They're not talking about processing in the sense of DSP, they're talking about synthesis of sound waveforms simulating physical models of the instruments. Any DSP would come after that.
You do realize this is research and not a product, don't you? As in, hey look what we discovered we can do!
If you want it ported to Linux using AMD GPUs, request the source code (since that's the only way it's provided) and port it yourself.
I suspect that 90% of the "backlash" will come from people who were pirating the software anyway. These people were not customers to begin with.
As a (now former) Adobe pirate, I was thrilled when Creative Cloud was released. I used "extended trial editions" (as I called them) for school and personal projects, but now I can afford legit copies of everything I use (Photoshop, Illustrator, Premiere Pro, and After Effects primarily) and then some. And I don't have to worry about using them on business projects and getting caught with pirated software.
The educational discount gets you everything (Master Collection, not just Photoshop) for $20 per month. So, for $240 per year, both your wife and your son can get the latest Photoshop, Illustrator, InDesign, Fireworks, Flash (and Flash Builder Premium and Game Developer Tools), Premiere Pro, After Effects, Audition (audio editing), and Acrobat Pro.
Yep. Crazy pricing. Pay less, get tons more.
It seems there's a lot of confusion as to what the Adobe Creative Cloud is. I currently subscribe to Adobe Creative Cloud at the $50 per month rate. Here's what I get...
Adobe CS6 Master Collection
-- Everything, not just Photoshop
-- Usually around $2600 when purchased as a standalone program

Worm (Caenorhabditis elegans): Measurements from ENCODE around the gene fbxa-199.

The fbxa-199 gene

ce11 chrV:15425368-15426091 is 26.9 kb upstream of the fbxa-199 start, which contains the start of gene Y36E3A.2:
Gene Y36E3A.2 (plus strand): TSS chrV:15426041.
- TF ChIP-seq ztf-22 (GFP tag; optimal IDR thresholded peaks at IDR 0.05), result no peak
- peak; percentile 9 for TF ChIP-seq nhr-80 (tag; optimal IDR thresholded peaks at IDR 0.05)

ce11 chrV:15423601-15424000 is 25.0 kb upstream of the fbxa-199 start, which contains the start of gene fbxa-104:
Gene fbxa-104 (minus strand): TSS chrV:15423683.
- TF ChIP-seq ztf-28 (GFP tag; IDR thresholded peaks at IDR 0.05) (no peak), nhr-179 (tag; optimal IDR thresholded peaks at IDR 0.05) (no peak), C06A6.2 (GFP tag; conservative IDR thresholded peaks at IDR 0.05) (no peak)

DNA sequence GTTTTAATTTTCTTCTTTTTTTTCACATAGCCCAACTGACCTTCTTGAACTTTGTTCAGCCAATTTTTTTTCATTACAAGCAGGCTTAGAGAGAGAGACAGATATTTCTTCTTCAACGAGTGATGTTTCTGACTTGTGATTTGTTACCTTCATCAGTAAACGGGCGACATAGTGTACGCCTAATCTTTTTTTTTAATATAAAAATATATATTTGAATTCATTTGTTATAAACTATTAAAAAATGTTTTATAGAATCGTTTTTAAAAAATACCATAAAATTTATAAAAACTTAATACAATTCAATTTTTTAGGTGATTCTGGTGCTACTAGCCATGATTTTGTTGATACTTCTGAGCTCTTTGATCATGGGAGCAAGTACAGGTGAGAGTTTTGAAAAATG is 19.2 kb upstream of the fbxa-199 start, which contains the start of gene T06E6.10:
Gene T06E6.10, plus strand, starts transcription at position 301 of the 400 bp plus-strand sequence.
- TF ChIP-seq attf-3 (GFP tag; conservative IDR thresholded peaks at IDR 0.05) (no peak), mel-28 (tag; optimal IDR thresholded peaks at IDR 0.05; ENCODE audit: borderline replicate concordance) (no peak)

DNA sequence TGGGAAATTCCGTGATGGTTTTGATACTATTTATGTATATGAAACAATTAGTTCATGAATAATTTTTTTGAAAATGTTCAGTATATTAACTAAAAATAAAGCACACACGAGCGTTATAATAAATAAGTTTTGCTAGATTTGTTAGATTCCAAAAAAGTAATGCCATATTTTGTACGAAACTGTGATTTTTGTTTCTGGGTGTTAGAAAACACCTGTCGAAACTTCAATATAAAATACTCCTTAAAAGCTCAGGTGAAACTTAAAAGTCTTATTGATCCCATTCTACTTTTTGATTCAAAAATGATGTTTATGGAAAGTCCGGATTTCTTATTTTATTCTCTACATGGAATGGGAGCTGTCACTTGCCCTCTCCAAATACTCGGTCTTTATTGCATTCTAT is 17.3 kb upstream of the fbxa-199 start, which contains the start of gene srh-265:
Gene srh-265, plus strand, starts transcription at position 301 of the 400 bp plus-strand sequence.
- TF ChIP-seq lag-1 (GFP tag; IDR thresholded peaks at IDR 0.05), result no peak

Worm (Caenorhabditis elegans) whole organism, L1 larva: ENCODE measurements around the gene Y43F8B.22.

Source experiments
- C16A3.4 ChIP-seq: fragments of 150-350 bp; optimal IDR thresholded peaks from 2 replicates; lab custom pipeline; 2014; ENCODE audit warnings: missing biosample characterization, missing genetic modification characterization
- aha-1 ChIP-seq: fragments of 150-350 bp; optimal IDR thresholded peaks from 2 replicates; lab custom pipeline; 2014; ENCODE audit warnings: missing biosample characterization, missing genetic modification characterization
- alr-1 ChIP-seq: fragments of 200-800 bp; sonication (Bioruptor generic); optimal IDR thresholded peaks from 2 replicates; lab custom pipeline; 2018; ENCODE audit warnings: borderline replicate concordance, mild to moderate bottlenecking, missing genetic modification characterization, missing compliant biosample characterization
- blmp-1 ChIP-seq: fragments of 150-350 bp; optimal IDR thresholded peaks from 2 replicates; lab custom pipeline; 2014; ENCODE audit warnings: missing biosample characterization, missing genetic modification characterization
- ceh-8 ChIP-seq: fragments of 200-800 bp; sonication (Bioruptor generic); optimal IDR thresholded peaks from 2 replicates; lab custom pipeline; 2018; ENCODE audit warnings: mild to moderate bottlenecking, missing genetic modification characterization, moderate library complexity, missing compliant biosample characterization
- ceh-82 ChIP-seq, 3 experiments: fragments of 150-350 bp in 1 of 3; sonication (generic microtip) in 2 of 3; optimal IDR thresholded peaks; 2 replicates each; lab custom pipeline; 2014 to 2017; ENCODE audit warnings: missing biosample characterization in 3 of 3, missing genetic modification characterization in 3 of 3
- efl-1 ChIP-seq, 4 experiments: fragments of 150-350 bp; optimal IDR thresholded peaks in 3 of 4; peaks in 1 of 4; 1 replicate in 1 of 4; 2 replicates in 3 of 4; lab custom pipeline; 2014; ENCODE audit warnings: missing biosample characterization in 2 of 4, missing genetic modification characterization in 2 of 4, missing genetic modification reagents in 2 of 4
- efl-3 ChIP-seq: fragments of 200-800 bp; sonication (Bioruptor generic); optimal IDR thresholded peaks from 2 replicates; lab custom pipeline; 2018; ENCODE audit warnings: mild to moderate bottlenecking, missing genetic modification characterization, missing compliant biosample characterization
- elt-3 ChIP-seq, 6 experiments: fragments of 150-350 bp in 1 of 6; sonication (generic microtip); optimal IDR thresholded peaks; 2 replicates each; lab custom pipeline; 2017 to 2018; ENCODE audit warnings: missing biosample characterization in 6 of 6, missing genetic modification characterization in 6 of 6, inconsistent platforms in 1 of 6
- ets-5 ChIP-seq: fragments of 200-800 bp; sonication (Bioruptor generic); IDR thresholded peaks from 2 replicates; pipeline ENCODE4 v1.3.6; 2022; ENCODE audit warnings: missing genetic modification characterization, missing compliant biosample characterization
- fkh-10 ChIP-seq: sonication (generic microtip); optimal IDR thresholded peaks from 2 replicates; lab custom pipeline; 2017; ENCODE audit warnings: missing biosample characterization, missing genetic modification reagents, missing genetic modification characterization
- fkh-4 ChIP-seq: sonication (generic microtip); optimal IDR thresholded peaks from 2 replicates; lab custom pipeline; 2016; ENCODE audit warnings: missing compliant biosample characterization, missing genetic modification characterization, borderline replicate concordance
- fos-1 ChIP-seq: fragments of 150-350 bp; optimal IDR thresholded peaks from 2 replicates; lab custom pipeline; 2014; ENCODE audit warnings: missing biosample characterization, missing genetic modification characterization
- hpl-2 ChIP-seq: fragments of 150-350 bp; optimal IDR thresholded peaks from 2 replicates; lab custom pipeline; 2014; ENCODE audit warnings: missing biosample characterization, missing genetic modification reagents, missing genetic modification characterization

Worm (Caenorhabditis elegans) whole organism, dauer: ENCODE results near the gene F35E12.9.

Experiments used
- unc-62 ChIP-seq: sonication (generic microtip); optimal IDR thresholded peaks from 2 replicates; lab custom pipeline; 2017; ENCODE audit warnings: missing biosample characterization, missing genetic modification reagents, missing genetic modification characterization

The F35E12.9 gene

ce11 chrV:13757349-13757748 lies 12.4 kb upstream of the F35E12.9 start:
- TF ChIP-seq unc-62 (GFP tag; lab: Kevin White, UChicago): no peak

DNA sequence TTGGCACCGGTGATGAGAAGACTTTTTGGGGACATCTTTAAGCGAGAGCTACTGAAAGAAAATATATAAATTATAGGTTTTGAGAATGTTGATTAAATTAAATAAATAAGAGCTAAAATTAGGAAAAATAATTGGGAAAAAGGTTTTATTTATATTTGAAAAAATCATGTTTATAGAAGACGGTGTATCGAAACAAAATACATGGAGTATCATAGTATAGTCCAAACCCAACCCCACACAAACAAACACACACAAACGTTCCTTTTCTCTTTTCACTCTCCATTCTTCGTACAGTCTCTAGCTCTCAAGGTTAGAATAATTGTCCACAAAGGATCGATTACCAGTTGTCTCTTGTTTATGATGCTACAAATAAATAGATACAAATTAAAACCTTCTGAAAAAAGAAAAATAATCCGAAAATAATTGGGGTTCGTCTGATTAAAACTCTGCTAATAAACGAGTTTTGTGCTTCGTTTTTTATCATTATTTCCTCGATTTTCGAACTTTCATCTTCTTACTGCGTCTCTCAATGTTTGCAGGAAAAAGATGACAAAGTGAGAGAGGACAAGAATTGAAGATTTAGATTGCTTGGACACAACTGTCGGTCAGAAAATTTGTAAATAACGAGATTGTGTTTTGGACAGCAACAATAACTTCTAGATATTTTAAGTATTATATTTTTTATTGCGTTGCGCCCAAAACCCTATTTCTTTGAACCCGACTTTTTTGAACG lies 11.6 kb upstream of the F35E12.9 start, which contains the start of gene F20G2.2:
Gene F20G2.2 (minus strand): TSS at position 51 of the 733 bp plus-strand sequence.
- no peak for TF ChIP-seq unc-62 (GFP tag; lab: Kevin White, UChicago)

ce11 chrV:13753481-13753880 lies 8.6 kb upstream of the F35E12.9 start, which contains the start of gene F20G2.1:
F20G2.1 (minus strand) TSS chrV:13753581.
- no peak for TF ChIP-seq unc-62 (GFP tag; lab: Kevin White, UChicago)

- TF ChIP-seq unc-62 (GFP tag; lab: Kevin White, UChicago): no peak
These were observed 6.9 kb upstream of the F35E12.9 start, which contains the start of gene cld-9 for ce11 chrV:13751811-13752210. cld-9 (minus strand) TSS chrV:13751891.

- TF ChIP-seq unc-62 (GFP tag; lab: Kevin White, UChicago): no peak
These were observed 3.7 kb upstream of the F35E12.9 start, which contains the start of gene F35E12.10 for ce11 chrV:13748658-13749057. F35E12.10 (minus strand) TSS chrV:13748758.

-- At $50 per month, I could only upgrade every 4 1/3 years
-- But I get continuous updates
-- I can install ACC on two computers
-- One can be OSX and the other Windows
-- You can't do this with purchased apps
-- Apps are installed locally
-- Don't have to be online to use apps
-- Unless you're past the current expiration of your subscription
-- Data files are stored locally
-- Don't have to use cloud storage
-- $20/month - One Application, No Commitment
-- $20/month - All Applications, Annual Commitment, Students and Teachers (K-12 and College)
-- $50/month - All Applications, Annual Commitment (What I have)
-- $75/month - All Applications, No Commitment
So, while you may still have some qualms about a subscription model, remember not to spread FUD or inaccurate information.
Here's the plain English version of the "No Derivatives" clause of the CC-BY-NC-ND license:
No Derivatives: You may not alter, transform, or build upon this work.
Citations and quotes are covered under fair use, so that's still possible. The problem is that of the three parts of the ND clause, the "build upon" part is the only one that should apply to a scientific paper. Now this clause might be considered too restrictive for something like a photograph or work of fiction for some people, but the "may not alter or transform" parts should almost be automatic for evidence-based, peer-reviewed scientific paper.
I'd recommend that Creative Commons consider adding a slightly less restrictive version of "No Derivatives" and call it something like "No Modifications". It could go something like this:
No Modifications: You may not alter or transform this work except to enable efficient search and retrieval of the work from an automated storage system and for basic reformatting required to display a work in a different medium.
This would allow other researchers to "build upon" the research (what scientific research really is). It would make it clear that storing the paper in a database is fine as long as when the paper is actually displayed, it isn't changed except for possibly formatting (think margins and fonts). The paper could be republished (again with formatting changes) as long as the BY clause (and NC clause, if present) is followed.